The Bible’s Old Testament: Genesis part IV: Half Way Through

Aside from the impressive scope of the story thus far, the time of the Old Testament seems like a bad place to be. Every society encountered seems dangerous, full of blood-thirsty men ready to take your head off.  Everyone is having sex and making all kinds of babies (the uteri of these poor women). God is a type of fertility doctor who opens and closes women’s wombs like they’re Starbucks and he is one flush real estate mogul, who dolls out parcels and regions of land any time he shows up and wants to have a chat with a prominent figure.

In general, the first book of the Bible has the strange feel of a wacky sit-com, where ludicrous events happen; the principal characters antagonize one another; people lie, cheat and steal; are completely jealous of one another; and often scheme.  Then everything is resolved in the end, thanks to a reconciliation that involves some tears and a group hug. Or annihilation.

Why anyone went anywhere during this time is puzzling.  If you’re wife was attractive you had to pretend to be her brother so that people would not kill you and take your wife?  This comes up three times in Genesis (twice with Abraham and once with his son, Isaac). And being a woman, forget it.  Females get tossed around like poker chips: while protecting two angels who have come to Sodom and Gomorrah to verify how depraved life there has become, Lot offers his two virgin daughters to the violent male crowd who gathered, demanding that the two men come out so they can have sex with them. Lot says, take the girls, do whatever you want with them but leave the men be. Thanks, Dad.

Then there is the litany of circumcisions. I can perhaps understand why a person would be convinced by God to get this done. Fine. But I’m trying to imagine how this scenario unfolded: Dinah’s brothers—fueled by vengeance over their sister’s rape—arrive at an area ruled by Hamor.  They are invited to settle among these people and encouraged to intermarry with them.  The brothers feign interest, but insist that if it is to happen—especially them giving up their daughters for marriage—all the men in the area must be circumcised. At a town rally, Hamor and his son pitch the brothers to the townspeople, adding how the town would benefit from the added livestock. In effect, they said ‘Look, we can marry their women and add their herd to ours. But we’re all going to cut off part of our penises.” Response: “okay, sure, that sounds like a good idea.” I imagined a long line of men wrapped around a building like they were in line to get flu shots, each perhaps watching the served men limping away covering their groins. But the Bible offers no such negative feelings about it. When this goes down in 34:24 that sure was an easy sell.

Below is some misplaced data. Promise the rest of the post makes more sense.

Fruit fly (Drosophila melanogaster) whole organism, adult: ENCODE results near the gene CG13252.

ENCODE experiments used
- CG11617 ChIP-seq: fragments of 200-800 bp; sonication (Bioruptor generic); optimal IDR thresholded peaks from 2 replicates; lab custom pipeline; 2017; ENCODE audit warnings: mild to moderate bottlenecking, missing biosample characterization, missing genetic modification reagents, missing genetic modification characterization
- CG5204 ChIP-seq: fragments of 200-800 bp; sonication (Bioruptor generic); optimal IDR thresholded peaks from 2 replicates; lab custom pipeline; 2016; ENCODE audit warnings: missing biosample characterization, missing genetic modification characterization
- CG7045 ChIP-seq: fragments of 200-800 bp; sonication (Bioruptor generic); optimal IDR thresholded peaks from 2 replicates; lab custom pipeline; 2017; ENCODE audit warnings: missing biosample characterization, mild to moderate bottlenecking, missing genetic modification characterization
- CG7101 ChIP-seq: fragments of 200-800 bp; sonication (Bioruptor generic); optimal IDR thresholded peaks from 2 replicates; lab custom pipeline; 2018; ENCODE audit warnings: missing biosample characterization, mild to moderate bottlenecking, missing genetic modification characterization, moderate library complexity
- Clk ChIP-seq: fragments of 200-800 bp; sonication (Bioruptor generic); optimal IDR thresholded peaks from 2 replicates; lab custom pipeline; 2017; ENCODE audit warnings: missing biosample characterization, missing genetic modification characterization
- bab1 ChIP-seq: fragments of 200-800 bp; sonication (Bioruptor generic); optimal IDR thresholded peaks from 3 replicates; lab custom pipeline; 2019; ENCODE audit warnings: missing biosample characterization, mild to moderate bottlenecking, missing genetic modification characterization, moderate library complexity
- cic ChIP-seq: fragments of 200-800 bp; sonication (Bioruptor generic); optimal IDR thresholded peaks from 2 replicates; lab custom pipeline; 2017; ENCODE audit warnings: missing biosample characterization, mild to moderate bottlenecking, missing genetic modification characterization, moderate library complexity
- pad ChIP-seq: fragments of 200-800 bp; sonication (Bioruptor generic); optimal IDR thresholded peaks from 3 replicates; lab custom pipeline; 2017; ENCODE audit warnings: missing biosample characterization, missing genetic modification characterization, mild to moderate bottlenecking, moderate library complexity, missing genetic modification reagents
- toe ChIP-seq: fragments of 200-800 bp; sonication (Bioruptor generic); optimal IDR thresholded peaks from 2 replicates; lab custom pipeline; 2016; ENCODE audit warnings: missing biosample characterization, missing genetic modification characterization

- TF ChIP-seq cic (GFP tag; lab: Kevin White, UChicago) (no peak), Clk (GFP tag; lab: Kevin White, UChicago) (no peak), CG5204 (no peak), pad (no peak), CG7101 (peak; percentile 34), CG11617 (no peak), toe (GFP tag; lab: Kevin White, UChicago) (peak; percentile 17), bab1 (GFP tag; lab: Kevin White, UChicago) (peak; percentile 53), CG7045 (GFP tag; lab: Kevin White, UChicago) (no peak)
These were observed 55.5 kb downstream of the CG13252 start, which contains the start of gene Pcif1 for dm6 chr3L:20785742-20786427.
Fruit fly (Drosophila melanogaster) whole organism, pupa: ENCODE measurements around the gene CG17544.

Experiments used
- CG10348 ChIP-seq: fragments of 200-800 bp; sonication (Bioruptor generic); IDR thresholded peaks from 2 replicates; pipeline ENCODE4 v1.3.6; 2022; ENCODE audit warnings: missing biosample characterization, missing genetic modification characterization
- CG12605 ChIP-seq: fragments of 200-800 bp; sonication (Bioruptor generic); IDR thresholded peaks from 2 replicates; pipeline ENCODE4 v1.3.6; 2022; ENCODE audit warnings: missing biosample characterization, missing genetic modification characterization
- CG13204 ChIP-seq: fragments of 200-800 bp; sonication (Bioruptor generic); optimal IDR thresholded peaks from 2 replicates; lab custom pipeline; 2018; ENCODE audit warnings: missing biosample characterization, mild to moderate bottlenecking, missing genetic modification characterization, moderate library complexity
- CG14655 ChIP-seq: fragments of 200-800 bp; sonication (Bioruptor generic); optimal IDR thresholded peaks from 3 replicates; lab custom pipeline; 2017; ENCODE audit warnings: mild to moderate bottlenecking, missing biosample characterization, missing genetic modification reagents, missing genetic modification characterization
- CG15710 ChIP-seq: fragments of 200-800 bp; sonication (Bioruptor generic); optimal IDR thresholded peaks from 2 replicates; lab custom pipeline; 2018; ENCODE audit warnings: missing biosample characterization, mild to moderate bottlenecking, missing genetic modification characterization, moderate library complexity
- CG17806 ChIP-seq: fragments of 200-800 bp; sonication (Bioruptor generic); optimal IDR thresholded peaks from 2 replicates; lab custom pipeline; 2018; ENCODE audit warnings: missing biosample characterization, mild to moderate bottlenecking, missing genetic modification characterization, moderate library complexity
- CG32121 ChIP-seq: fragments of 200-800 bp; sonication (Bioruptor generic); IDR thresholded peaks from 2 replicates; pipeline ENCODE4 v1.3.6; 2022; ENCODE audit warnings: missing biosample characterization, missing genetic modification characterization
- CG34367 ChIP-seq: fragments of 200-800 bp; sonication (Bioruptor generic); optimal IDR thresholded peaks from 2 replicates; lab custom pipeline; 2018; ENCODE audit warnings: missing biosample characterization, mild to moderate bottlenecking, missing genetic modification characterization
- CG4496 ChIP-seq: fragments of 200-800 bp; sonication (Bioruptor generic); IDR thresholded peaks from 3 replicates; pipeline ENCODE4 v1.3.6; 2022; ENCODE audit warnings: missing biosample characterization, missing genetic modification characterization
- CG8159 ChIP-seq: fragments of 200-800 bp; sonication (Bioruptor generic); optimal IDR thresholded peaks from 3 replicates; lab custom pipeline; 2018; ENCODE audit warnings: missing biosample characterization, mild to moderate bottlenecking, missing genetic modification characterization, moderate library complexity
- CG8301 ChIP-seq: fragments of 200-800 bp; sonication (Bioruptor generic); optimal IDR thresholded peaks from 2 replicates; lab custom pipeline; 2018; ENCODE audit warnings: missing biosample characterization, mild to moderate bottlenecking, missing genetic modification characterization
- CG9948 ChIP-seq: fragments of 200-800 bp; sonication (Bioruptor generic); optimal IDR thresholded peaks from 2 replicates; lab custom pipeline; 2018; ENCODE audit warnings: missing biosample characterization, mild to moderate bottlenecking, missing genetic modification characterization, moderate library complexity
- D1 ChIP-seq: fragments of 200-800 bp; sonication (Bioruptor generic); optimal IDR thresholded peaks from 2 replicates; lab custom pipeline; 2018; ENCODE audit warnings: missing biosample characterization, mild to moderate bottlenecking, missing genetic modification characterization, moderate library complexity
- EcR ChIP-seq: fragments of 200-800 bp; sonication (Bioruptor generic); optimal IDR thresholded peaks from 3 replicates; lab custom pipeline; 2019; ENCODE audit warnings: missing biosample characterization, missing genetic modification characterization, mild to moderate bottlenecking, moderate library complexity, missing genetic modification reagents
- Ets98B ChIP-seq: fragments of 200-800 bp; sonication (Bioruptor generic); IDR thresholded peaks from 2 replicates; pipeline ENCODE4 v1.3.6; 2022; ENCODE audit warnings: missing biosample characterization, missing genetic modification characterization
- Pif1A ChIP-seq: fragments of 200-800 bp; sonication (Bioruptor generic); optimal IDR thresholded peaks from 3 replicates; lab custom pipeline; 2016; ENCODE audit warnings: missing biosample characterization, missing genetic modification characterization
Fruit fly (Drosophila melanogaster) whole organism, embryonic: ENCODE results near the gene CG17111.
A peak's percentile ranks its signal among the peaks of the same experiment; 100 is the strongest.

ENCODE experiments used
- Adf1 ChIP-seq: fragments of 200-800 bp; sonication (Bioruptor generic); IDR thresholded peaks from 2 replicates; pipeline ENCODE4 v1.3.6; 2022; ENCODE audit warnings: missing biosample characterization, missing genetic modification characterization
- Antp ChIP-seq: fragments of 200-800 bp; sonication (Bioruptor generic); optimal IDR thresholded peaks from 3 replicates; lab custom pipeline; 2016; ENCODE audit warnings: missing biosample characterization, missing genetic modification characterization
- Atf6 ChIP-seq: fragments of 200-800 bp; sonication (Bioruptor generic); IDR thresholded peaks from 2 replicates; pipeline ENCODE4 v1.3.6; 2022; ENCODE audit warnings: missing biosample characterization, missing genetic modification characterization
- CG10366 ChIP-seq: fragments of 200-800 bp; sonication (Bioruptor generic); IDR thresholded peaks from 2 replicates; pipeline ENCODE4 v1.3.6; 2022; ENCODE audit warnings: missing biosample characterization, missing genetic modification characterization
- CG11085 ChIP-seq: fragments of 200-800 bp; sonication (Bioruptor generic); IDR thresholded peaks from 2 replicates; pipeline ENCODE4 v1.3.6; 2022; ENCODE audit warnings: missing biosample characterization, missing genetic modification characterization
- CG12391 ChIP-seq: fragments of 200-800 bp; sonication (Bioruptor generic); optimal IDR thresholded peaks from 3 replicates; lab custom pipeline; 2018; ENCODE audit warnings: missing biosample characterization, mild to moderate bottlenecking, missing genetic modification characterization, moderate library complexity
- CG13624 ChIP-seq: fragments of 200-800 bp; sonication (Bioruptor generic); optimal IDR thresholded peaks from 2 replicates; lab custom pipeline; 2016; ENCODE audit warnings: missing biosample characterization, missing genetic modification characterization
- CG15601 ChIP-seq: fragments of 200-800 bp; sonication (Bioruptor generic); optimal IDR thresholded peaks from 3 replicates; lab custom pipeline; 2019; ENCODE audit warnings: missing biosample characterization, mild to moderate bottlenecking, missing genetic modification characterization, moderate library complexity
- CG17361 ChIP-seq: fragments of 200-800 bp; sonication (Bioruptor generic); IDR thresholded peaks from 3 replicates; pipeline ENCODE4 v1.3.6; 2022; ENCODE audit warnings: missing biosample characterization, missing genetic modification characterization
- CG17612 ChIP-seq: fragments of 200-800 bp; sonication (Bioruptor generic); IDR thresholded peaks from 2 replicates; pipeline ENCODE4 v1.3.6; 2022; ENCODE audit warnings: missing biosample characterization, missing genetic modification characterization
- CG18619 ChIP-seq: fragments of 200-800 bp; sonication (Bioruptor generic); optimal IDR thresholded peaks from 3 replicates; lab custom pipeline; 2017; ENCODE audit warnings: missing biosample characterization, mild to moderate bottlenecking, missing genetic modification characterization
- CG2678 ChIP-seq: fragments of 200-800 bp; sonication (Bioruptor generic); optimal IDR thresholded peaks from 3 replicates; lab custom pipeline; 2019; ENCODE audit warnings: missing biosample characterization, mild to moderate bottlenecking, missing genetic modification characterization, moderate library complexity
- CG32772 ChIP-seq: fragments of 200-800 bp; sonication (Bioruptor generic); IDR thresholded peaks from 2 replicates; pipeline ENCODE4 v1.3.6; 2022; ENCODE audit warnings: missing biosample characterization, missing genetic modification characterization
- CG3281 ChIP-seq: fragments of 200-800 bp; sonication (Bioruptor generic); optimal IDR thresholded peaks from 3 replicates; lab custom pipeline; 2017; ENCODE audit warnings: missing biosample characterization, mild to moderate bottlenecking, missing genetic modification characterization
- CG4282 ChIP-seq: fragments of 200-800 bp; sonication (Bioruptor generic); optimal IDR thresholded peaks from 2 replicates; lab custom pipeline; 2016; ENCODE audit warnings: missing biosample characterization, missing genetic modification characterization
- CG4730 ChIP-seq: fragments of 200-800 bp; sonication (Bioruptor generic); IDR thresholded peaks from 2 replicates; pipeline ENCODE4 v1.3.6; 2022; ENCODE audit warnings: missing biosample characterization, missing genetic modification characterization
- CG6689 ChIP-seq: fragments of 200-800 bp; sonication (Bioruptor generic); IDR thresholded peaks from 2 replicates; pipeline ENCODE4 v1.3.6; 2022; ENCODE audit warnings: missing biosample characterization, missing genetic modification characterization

Then there’s the life span people live for. Adam lived to be 930 years old? Perhaps sensing an issue here, God stepped in in chapter six and capped life spans at 120 years.  But then Noah was 600 years old at the time of the flood? In the Tower of Babel section, we get a family tree and see people lived to be a couple hundred of years old. Abraham was 175. Jacob, 180. So much for the life span cap. Didn’t people think it strange that Bible characters had crazy life spans? And with their rudimentary medicine and diets, didn’t anyone question this?

And all this lying and deceit.  If you haven’t read the Bible, here’s what you’ve missed: Lot’s daughters, because they appear to have no viable man options, scheme to get their father drunk and sleep with him. Yep, he gets them pregnant. Sarah gets jealous of her maid.  Abraham agrees to sacrifice his son—who doesn’t seem all that fazed by this in the moment—but God stays his hand when he sees the level of dedication Abraham exhibits. Jacob gets tricked into sleeping with the wrong daughter but then marries them both. Jacob gets his father’s blessing over Esau, thanks in part of mom’s scheming. Apparently, except for perhaps Noah, no one tells the truth.  Everyone has an agenda of some kind.

All this makes the plot lines in Dynasty look like good, wholesome family values.

About virgowriter

Brad Windhauser has a Master's in English from Rutgers University (Camden campus) and an MFA in creative writing from Queens University of Charlotte. He is an Associate Professor (Teaching/Instruction) in the English Department at Temple University. His short stories have appeared in The Baltimore Review, The Santa Fe Writer's Project Journal, Ray's Road Review, Philadelphia Review of Books, Northern Liberty Review, and Jonathan. His first novel, Regret (a gay-themed thriller set in Philadelphia) was published in 2007. You can read more about (and buy) it here: His second novel, The Intersection, is being published by Black Rose Writing September 2016. He is one of five regular contributors to On his solo blog, he is chronicling his experience as a gay writer reading the Bible for the first time: Follow his work at:
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2 Responses to The Bible’s Old Testament: Genesis part IV: Half Way Through

  1. Harrod says:

    I agree. It’s a cracking good read. Glad you’re enjoying and keep going!

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